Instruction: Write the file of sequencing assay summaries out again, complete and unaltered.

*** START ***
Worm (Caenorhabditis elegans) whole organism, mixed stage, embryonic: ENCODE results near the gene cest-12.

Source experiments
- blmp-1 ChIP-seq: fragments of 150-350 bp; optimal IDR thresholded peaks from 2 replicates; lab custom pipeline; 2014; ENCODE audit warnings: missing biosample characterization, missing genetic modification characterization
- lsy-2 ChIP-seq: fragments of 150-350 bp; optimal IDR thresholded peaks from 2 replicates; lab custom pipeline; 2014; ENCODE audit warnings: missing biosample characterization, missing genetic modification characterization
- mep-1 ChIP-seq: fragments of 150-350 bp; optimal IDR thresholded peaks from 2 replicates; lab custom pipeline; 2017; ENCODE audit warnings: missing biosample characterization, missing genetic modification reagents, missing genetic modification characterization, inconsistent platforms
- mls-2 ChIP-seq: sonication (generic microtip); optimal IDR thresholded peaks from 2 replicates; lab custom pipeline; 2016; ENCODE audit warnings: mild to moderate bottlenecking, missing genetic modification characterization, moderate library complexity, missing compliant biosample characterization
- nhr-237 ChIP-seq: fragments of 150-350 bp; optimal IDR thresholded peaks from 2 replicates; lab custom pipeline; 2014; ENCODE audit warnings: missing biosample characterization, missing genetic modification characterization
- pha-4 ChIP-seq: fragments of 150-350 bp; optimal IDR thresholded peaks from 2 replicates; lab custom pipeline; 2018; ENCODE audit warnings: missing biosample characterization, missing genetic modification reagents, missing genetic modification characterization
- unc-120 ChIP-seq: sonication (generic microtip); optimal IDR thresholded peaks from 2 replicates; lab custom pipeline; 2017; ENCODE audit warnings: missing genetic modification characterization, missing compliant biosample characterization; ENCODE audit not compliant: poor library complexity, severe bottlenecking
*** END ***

Worm (Caenorhabditis elegans) whole organism, mixed stage, embryonic: ENCODE results near the gene cest-12.

Source experiments
- blmp-1 ChIP-seq: fragments of 150-350 bp; optimal IDR thresholded peaks from 2 replicates; lab custom pipeline; 2014; ENCODE audit warnings: missing biosample characterization, missing genetic modification characterization
- lsy-2 ChIP-seq: fragments of 150-350 bp; optimal IDR thresholded peaks from 2 replicates; lab custom pipeline; 2014; ENCODE audit warnings: missing biosample characterization, missing genetic modification characterization
- mep-1 ChIP-seq: fragments of 150-350 bp; optimal IDR thresholded peaks from 2 replicates; lab custom pipeline; 2017; ENCODE audit warnings: missing biosample characterization, missing genetic modification reagents, missing genetic modification characterization, inconsistent platforms
- mls-2 ChIP-seq: sonication (generic microtip); optimal IDR thresholded peaks from 2 replicates; lab custom pipeline; 2016; ENCODE audit warnings: mild to moderate bottlenecking, missing genetic modification characterization, moderate library complexity, missing compliant biosample characterization
- nhr-237 ChIP-seq: fragments of 150-350 bp; optimal IDR thresholded peaks from 2 replicates; lab custom pipeline; 2014; ENCODE audit warnings: missing biosample characterization, missing genetic modification characterization
- pha-4 ChIP-seq: fragments of 150-350 bp; optimal IDR thresholded peaks from 2 replicates; lab custom pipeline; 2018; ENCODE audit warnings: missing biosample characterization, missing genetic modification reagents, missing genetic modification characterization
- unc-120 ChIP-seq: sonication (generic microtip); optimal IDR thresholded peaks from 2 replicates; lab custom pipeline; 2017; ENCODE audit warnings: missing genetic modification characterization, missing compliant biosample characterization; ENCODE audit not compliant: poor library complexity, severe bottlenecking